What Is Intermittent Fasting?

Updated on December 20, 2020

Today, intermittent fasting may be touted as one of the most popular fitness and health trends around the world. While many of you may have already reaped the benefits of intermittent fasting, for the uninitiated, it’s an eating plan that alternates between cycles of eating and fasting.  

Intermittent fasting is said to have several health benefits such as weight loss, better metabolism, protection against disease and slowing the aging process.  

In this article, we’ll discuss what intermittent fasting is, and how it improves your health. 

What Is Intermittent fasting? 

Intermittent fasting is an eating pattern by which you alternate between cycles of eating and fasting. It doesn’t focus on what you eat, but when you eat.

There are several methods for intermittent fasting, but all of them involve eating only during a specific time of the day or week and fasting for the rest. Most methods split the day or week into eating periods and fasting periods. Fasting for a couple of hours a day or eating one meal for a few days in a week gives your body adequate time to burn fat, and can have several health benefits.  

While many believe intermittent fasting is difficult to follow, it can be very simple and only requires small behavioral adjustments. Since we’re all fasting from the time we go to sleep until we wake up, intermittent fasting can be as simple as extending your fast until a few hours after you wake up.  

Most people start on the 16:8 method, where they skip breakfast and have their first meal around noon, and finish their dinner by 8:00 pm. This simple change in eating pattern can result in 16 hours of fasting and give you several health benefits. Alternatively, you may also choose the 5:2 method in which you fast two days a week having only up to 500 calories, and eat normally for the other five days. 

During the fasting period, no food is allowed. However, you may have coffee, water, green tea or any non-caloric beverage. You may also take supplements during your fasting window, given that they’re also zero calories.  

Intermittent fasting is known to provide several health benefits alongside weight loss. However, to understand how it works, you may have to ask an important question: ‘What is autophagy?

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Autophagy with fasting concept, renewal symbol on plate with knife and fork on green table cloth, top view

How Intermittent Fasting Works

To understand intermittent fasting, it’s important to know how your metabolism works. When you eat food, it takes up to three to four hours for it to be digested and absorbed. During this time, your insulin levels are high and you’re using your body’s sugar stores for energy. After this, your insulin levels are low but you’re still using glucose as your primary energy source for up to twelve hours of fasting.  

After hours without food, when your body has completely exhausted the stored glucose, your body starts to burn fat for energy. This metabolic change helps your body to use the fat that was inaccessible when your glucose levels were sufficient. Since most people don’t leave a gap of more than eight to ten hours between meals, your body rarely switches to burning fat. Instead, it’s almost always using glucose for energy.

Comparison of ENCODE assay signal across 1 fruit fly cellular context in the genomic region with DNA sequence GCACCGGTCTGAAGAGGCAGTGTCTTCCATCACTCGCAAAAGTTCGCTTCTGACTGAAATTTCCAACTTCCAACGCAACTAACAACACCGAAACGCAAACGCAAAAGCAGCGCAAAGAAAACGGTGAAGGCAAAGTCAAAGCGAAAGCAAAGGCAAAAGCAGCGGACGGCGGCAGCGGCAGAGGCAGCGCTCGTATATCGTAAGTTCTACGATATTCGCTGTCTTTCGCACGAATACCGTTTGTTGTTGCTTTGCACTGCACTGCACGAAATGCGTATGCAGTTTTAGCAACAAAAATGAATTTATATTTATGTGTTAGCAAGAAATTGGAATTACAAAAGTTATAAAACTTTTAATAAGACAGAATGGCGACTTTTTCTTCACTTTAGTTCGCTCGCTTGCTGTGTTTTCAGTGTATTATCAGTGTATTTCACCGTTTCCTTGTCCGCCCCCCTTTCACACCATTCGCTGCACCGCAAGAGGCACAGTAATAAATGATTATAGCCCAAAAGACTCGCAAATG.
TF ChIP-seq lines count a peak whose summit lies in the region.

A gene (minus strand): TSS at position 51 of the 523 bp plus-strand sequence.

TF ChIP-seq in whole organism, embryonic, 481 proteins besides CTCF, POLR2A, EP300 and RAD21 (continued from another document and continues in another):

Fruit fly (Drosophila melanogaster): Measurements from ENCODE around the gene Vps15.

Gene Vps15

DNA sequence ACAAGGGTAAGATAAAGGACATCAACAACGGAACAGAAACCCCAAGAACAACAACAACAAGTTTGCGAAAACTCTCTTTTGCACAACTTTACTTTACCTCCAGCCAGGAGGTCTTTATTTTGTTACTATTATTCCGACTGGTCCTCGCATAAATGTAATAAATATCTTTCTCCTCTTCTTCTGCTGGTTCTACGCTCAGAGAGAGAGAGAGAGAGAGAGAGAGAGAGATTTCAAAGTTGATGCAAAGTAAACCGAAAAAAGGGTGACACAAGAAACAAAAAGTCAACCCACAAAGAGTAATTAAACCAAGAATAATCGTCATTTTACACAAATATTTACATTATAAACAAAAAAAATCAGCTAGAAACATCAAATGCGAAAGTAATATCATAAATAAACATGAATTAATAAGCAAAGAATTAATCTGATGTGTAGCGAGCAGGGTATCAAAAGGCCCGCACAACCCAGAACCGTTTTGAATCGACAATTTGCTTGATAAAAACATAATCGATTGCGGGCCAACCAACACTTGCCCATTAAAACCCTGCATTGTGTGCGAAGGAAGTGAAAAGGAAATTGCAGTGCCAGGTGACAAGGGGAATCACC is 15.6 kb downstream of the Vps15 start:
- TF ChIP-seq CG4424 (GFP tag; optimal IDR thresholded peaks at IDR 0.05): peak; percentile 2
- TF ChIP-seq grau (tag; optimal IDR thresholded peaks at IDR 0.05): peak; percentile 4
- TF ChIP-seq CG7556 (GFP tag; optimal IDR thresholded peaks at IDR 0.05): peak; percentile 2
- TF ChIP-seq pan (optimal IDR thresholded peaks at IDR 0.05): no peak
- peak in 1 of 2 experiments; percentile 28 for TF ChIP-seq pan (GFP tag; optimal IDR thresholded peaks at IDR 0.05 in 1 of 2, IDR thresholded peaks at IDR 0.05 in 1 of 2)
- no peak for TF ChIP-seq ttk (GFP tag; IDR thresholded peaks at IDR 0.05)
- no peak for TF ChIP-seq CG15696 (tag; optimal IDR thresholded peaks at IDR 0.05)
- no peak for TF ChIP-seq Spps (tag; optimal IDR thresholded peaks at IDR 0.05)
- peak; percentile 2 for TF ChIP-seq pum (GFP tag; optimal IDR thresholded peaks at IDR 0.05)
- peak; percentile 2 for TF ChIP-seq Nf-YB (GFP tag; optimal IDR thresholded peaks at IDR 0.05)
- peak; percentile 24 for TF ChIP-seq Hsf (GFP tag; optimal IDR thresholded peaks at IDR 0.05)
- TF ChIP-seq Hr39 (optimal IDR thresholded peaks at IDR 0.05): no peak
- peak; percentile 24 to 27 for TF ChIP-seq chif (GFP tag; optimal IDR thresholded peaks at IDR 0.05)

When your body starts to burn fat for fuel or when your insulin level goes down, your glucagon levels go up. Glucagon is a hormone that prevents your blood sugar levels from dropping too low and it also acts on your adipose tissues to breakdown fat for energy. Thus, with nutrition deprivation, your glucose stores are exhausted and your glucagon levels increase, promoting fat breakdown.  

This increase in glucagon further stimulates the process of autophagy. Autophagy is the body’s process of getting rid of old, broken-down cells when there’s not enough energy to sustain them. In autophagy, the subcellular organelles are destroyed and new ones are rebuilt to replace them. During autophagy, your body clears out old protein and cellular parts while stimulating growth hormones.

This process of autophagy helps to reverse the aging process, reducing the risk of diseases like cancer, and can alleviate symptoms of type 2 diabetes by lowering insulin sensitivity. It also acts against oxidative stress and inflammation, and is beneficial for cardiac health.


Simply put, intermittent fasting is a pattern involving alternation between eating and fasting. It’s all about when you eat, and not what you eat. However, if you’re trying intermittent fasting for weight loss, try sticking to wholesome, healthy meals; don’t shy away from fat, since you’ll come to use it as your main energy source.

While intermittent fasting is popular for the various health benefits it provides, it’s more of a lifestyle change than a fad diet. Incorporating intermittent fasting into your daily routine, you’ll not only lose weight in a healthy, holistic manner, but will also reverse the aging process. This means keeping your body fit and healthy for as long a time as possible.

The Editorial Team at Healthcare Business Today is made up of skilled healthcare writers and experts, led by our managing editor, Daniel Casciato, who has over 25 years of experience in healthcare writing. Since 1998, we have produced compelling and informative content for numerous publications, establishing ourselves as a trusted resource for health and wellness information. We offer readers access to fresh health, medicine, science, and technology developments and the latest in patient news, emphasizing how these developments affect our lives.